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the main function

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I''m sure this is a really dumb question but I''m curious. Why is the following code not allowed:
int main(int argc, char *argv[])
{
  int add(int, int);//function prototype

  
  //function definition

  int add(int num, int num2) 
  { 
    return num + num2; 
  }
  
  //call the function    

  cout << add(2,2) << endl;
     
  system("PAUSE");	
  return 0;
}
[\source]
 
How about them apples?

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Move the function prototype and function declaration outside of main(). You cannot have function prototypes/definitions inside other functions.


int add(int, int);//function prototype



//function definition

int add(int num, int num2)
{
return num + num2;
}

int main(int argc, char *argv[])
{
//call the function

cout << add(2,2) << endl;

system("PAUSE");
return 0;
}


-------
Andrew
PlaneShift - A MMORPG in development.



[edited by - acraig on March 17, 2004 8:18:33 PM]

[edited by - acraig on March 17, 2004 8:19:41 PM]

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it's not allowed because you can't declare functions inside of other functions. that's just the way the language works.

-me

[edited by - Palidine on March 17, 2004 8:39:51 PM]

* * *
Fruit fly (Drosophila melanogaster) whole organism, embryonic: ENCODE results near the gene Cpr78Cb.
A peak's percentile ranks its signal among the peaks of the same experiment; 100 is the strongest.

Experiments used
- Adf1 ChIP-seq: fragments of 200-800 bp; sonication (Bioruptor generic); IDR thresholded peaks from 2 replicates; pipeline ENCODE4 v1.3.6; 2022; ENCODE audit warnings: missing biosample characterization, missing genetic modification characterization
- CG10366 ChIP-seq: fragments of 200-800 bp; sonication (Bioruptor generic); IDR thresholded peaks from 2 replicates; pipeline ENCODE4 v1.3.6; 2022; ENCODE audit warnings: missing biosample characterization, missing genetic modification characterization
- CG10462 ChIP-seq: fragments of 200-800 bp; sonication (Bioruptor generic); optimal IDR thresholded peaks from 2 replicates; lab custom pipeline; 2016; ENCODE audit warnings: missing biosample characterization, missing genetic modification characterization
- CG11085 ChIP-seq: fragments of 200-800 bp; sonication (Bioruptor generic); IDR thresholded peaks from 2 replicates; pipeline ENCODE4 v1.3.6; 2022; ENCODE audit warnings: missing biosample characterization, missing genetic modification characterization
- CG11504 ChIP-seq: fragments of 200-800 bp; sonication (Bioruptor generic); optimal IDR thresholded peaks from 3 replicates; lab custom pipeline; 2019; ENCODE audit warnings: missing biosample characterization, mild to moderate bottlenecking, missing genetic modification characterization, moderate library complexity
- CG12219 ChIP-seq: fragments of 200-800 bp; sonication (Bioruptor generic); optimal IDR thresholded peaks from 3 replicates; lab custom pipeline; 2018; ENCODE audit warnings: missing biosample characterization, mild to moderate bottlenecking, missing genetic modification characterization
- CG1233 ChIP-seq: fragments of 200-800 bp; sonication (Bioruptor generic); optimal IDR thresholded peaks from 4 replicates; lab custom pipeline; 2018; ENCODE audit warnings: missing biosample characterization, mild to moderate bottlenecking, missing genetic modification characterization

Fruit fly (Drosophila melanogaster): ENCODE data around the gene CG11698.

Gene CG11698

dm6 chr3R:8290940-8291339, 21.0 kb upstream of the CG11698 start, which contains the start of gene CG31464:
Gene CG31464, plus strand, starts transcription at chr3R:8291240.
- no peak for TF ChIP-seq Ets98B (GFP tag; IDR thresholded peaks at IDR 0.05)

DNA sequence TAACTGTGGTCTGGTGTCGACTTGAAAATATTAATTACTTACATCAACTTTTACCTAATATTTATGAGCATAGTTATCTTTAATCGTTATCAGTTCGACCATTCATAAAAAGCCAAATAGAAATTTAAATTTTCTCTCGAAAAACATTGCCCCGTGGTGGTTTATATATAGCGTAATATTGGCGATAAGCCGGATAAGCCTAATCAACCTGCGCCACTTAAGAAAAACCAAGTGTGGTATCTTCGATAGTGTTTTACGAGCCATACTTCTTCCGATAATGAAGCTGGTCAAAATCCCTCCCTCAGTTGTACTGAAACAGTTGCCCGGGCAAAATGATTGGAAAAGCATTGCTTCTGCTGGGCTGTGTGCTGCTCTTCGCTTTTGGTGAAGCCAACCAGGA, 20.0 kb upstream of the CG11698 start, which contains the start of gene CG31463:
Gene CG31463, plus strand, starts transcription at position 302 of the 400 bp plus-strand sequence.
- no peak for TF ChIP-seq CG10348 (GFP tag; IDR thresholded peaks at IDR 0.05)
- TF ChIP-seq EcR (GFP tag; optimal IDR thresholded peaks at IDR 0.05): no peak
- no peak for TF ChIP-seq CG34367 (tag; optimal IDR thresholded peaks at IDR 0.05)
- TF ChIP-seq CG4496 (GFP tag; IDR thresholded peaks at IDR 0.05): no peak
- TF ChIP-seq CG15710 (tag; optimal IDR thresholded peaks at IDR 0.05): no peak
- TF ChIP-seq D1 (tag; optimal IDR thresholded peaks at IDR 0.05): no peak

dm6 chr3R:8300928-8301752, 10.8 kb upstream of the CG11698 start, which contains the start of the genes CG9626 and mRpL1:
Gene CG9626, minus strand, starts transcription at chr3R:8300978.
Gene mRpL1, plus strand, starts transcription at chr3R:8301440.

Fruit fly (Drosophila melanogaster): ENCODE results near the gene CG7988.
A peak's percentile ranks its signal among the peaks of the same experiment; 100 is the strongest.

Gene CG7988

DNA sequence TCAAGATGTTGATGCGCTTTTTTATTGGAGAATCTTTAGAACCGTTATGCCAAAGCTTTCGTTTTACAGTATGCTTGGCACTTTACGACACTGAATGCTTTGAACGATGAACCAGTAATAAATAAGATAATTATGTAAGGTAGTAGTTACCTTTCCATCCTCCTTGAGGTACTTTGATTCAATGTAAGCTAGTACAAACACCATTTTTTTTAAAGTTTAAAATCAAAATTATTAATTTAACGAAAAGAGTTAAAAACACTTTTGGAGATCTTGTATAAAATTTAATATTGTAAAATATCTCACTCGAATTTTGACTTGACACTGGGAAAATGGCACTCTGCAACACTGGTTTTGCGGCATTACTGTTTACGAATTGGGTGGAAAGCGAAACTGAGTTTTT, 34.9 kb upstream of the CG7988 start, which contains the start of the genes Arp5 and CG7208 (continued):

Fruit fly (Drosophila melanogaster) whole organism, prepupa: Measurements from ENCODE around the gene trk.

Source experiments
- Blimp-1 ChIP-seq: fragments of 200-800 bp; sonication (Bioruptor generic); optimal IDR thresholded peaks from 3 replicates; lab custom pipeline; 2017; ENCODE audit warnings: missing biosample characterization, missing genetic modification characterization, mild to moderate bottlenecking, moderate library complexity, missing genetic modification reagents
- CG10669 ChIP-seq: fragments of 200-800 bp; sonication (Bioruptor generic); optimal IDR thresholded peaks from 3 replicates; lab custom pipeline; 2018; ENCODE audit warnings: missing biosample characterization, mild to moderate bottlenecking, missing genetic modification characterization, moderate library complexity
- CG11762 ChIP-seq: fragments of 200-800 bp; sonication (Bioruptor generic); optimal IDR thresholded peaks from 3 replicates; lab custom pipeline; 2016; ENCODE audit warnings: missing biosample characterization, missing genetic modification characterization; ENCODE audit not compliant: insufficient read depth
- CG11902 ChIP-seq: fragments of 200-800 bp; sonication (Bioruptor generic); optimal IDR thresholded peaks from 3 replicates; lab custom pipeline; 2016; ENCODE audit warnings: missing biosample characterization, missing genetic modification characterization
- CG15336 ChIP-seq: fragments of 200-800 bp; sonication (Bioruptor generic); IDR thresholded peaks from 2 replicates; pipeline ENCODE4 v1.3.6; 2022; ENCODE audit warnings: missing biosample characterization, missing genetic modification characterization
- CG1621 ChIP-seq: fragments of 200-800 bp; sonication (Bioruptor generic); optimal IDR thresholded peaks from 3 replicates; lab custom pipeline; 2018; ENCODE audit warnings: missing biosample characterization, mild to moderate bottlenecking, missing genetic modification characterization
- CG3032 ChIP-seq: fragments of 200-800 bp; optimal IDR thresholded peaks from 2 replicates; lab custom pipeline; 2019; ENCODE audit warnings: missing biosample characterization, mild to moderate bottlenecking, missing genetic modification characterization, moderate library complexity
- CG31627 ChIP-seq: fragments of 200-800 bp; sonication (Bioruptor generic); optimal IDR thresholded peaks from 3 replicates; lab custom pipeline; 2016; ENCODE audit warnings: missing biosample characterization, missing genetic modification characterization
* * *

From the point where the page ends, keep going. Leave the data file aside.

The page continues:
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Thanks for the replies guys. Declaring the function within main seems to be allowed although I would not think that this is good practice. Its just the function definition that is not allowed. But as you say if that''s just the way the language is then so be it.

How about them apples?

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so its not possible to make functions local only to another function? as in, theres no such thing is local functions, only global ones? sigh... i hate my school. my first semester programming teacher told us to make functions inside another function. his logic was, "its just like variables, you wouldnt make a global variable if only one function uses it"

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ya no i think i''m wrong. it does seem to work. i just happen to dislike local functions. i''ve never seen them used in anything i''ve worked on, but mostly i work on OO designs. they are perhaps more relevant in procedural design.

sorry for any confusion i have sewn

-me

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acraig I've tried the same thing in Dev C++ and it does work but in C only and not C++. The compiler does give a warning though. Does anyone know why it works in C and not C++? Is it just the way the language is?

How about them apples?

[edited by - popcorn on March 17, 2004 8:54:39 PM]

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